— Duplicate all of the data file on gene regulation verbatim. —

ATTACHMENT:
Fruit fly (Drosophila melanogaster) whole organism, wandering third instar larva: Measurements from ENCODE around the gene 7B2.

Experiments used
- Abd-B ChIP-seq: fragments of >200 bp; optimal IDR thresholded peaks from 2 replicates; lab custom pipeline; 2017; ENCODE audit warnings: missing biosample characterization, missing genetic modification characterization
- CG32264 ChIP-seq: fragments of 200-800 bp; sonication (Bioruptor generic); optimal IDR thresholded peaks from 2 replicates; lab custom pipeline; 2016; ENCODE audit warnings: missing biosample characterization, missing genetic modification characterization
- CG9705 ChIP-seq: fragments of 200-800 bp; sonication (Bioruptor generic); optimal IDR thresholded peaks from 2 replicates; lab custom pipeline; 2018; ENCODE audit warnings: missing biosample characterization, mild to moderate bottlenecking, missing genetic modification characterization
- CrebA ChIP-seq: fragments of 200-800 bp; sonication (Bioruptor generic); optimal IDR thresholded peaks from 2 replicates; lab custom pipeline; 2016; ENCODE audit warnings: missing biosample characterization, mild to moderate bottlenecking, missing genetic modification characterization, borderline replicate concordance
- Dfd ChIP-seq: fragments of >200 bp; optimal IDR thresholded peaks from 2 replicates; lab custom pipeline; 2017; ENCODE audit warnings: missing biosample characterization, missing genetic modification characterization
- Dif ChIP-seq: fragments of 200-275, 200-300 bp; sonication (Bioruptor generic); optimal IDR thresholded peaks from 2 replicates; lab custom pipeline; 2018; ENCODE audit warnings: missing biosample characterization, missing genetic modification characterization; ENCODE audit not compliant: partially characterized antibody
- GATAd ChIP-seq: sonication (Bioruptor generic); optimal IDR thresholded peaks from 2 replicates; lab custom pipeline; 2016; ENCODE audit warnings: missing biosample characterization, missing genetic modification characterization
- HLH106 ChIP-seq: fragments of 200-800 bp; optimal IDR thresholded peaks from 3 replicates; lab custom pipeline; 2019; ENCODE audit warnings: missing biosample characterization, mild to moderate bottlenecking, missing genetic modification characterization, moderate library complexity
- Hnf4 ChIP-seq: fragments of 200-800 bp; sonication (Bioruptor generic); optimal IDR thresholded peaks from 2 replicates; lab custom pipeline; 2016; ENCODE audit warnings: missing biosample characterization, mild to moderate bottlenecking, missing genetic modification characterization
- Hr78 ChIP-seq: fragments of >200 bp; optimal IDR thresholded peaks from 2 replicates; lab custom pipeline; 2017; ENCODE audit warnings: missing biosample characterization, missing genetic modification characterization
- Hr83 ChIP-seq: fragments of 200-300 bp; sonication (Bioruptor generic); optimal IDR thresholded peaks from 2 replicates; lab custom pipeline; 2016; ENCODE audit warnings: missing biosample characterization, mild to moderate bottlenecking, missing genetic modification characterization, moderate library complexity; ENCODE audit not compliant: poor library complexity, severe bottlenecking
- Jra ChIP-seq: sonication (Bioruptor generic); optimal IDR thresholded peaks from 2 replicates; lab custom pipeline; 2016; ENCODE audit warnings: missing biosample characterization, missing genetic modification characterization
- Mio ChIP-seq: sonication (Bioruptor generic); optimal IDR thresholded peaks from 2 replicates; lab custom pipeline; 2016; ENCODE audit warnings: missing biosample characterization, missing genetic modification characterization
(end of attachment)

Fruit fly (Drosophila melanogaster) whole organism, wandering third instar larva: Measurements from ENCODE around the gene 7B2.

Experiments used
- Abd-B ChIP-seq: fragments of >200 bp; optimal IDR thresholded peaks from 2 replicates; lab custom pipeline; 2017; ENCODE audit warnings: missing biosample characterization, missing genetic modification characterization
- CG32264 ChIP-seq: fragments of 200-800 bp; sonication (Bioruptor generic); optimal IDR thresholded peaks from 2 replicates; lab custom pipeline; 2016; ENCODE audit warnings: missing biosample characterization, missing genetic modification characterization
- CG9705 ChIP-seq: fragments of 200-800 bp; sonication (Bioruptor generic); optimal IDR thresholded peaks from 2 replicates; lab custom pipeline; 2018; ENCODE audit warnings: missing biosample characterization, mild to moderate bottlenecking, missing genetic modification characterization
- CrebA ChIP-seq: fragments of 200-800 bp; sonication (Bioruptor generic); optimal IDR thresholded peaks from 2 replicates; lab custom pipeline; 2016; ENCODE audit warnings: missing biosample characterization, mild to moderate bottlenecking, missing genetic modification characterization, borderline replicate concordance
- Dfd ChIP-seq: fragments of >200 bp; optimal IDR thresholded peaks from 2 replicates; lab custom pipeline; 2017; ENCODE audit warnings: missing biosample characterization, missing genetic modification characterization
- Dif ChIP-seq: fragments of 200-275, 200-300 bp; sonication (Bioruptor generic); optimal IDR thresholded peaks from 2 replicates; lab custom pipeline; 2018; ENCODE audit warnings: missing biosample characterization, missing genetic modification characterization; ENCODE audit not compliant: partially characterized antibody
- GATAd ChIP-seq: sonication (Bioruptor generic); optimal IDR thresholded peaks from 2 replicates; lab custom pipeline; 2016; ENCODE audit warnings: missing biosample characterization, missing genetic modification characterization
- HLH106 ChIP-seq: fragments of 200-800 bp; optimal IDR thresholded peaks from 3 replicates; lab custom pipeline; 2019; ENCODE audit warnings: missing biosample characterization, mild to moderate bottlenecking, missing genetic modification characterization, moderate library complexity
- Hnf4 ChIP-seq: fragments of 200-800 bp; sonication (Bioruptor generic); optimal IDR thresholded peaks from 2 replicates; lab custom pipeline; 2016; ENCODE audit warnings: missing biosample characterization, mild to moderate bottlenecking, missing genetic modification characterization
- Hr78 ChIP-seq: fragments of >200 bp; optimal IDR thresholded peaks from 2 replicates; lab custom pipeline; 2017; ENCODE audit warnings: missing biosample characterization, missing genetic modification characterization
- Hr83 ChIP-seq: fragments of 200-300 bp; sonication (Bioruptor generic); optimal IDR thresholded peaks from 2 replicates; lab custom pipeline; 2016; ENCODE audit warnings: missing biosample characterization, mild to moderate bottlenecking, missing genetic modification characterization, moderate library complexity; ENCODE audit not compliant: poor library complexity, severe bottlenecking
- Jra ChIP-seq: sonication (Bioruptor generic); optimal IDR thresholded peaks from 2 replicates; lab custom pipeline; 2016; ENCODE audit warnings: missing biosample characterization, missing genetic modification characterization
- Mio ChIP-seq: sonication (Bioruptor generic); optimal IDR thresholded peaks from 2 replicates; lab custom pipeline; 2016; ENCODE audit warnings: missing biosample characterization, missing genetic modification characterization